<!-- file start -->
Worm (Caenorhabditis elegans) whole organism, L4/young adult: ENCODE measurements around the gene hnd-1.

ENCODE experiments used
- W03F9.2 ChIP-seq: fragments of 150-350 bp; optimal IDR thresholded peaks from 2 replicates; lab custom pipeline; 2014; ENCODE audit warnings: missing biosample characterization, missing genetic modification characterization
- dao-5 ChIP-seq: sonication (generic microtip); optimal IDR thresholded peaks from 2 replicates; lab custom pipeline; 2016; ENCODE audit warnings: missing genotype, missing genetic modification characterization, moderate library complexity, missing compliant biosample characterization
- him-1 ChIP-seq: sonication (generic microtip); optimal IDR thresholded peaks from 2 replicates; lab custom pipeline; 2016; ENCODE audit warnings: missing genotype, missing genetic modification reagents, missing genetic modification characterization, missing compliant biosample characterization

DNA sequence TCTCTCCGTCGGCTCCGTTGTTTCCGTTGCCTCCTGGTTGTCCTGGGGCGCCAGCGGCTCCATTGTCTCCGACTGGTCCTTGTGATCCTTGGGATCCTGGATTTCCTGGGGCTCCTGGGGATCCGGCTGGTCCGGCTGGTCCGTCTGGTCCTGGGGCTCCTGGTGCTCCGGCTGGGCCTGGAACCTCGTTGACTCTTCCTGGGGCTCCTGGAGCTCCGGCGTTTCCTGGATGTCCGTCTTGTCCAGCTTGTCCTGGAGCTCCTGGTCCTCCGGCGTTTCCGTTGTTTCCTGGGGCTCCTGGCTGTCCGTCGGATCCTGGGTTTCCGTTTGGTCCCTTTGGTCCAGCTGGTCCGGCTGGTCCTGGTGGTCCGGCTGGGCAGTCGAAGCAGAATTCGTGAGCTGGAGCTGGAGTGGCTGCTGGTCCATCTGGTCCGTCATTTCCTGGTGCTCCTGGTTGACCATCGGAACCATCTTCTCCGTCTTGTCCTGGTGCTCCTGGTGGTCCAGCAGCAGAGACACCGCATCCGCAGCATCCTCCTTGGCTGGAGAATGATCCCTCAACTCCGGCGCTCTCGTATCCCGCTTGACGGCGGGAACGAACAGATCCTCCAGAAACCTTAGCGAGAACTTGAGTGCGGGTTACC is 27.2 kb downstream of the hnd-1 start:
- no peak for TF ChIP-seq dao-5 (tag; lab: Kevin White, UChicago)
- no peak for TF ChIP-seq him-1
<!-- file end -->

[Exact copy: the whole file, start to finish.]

Worm (Caenorhabditis elegans) whole organism, L4/young adult: ENCODE measurements around the gene hnd-1.

ENCODE experiments used
- W03F9.2 ChIP-seq: fragments of 150-350 bp; optimal IDR thresholded peaks from 2 replicates; lab custom pipeline; 2014; ENCODE audit warnings: missing biosample characterization, missing genetic modification characterization
- dao-5 ChIP-seq: sonication (generic microtip); optimal IDR thresholded peaks from 2 replicates; lab custom pipeline; 2016; ENCODE audit warnings: missing genotype, missing genetic modification characterization, moderate library complexity, missing compliant biosample characterization
- him-1 ChIP-seq: sonication (generic microtip); optimal IDR thresholded peaks from 2 replicates; lab custom pipeline; 2016; ENCODE audit warnings: missing genotype, missing genetic modification reagents, missing genetic modification characterization, missing compliant biosample characterization

DNA sequence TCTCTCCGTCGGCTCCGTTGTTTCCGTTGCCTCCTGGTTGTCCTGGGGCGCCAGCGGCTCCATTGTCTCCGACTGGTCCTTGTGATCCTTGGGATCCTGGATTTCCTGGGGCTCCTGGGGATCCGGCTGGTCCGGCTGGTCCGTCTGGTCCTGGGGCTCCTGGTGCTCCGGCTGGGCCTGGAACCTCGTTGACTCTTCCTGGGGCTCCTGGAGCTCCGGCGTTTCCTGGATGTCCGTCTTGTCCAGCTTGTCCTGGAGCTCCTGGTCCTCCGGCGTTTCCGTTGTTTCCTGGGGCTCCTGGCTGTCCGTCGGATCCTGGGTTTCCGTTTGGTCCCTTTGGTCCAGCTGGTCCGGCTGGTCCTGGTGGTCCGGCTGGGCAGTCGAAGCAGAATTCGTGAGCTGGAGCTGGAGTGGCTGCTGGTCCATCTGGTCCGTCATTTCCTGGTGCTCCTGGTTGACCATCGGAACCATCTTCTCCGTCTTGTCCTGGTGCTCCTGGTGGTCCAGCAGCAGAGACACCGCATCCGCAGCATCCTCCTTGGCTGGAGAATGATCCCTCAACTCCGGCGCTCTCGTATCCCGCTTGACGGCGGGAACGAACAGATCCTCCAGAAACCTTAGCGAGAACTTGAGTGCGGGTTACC is 27.2 kb downstream of the hnd-1 start:
- no peak for TF ChIP-seq dao-5 (tag; lab: Kevin White, UChicago)
- no peak for TF ChIP-seq him-1